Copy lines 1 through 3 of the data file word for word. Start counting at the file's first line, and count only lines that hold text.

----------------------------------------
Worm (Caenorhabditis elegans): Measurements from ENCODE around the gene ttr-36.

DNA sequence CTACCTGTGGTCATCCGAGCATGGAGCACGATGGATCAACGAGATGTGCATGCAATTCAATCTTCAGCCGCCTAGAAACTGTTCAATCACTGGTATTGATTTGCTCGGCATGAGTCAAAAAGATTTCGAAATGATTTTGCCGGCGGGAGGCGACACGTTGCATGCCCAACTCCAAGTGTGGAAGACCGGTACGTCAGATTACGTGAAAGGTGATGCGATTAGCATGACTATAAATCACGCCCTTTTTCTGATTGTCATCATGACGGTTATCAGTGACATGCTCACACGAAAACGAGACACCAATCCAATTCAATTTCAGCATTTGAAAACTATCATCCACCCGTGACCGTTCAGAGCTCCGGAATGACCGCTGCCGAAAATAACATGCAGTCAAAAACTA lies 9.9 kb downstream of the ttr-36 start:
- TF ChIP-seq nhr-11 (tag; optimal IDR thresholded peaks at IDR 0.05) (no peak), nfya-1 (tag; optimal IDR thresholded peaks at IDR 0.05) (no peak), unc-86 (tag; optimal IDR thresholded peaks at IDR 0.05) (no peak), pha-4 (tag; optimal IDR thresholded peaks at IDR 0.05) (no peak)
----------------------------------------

Worm (Caenorhabditis elegans): Measurements from ENCODE around the gene ttr-36.

DNA sequence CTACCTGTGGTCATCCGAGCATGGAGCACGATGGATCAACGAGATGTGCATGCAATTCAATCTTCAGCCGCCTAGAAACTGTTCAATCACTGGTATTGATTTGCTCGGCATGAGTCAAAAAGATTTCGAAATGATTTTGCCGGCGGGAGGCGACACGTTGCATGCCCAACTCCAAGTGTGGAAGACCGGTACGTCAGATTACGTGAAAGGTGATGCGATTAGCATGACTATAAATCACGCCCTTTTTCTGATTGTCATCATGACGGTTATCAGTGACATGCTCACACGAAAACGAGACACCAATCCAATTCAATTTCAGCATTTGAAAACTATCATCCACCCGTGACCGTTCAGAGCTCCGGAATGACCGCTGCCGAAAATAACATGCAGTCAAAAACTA lies 9.9 kb downstream of the ttr-36 start:
- TF ChIP-seq nhr-11 (tag; optimal IDR thresholded peaks at IDR 0.05) (no peak), nfya-1 (tag; optimal IDR thresholded peaks at IDR 0.05) (no peak), unc-86 (tag; optimal IDR thresholded peaks at IDR 0.05) (no peak), pha-4 (tag; optimal IDR thresholded peaks at IDR 0.05) (no peak)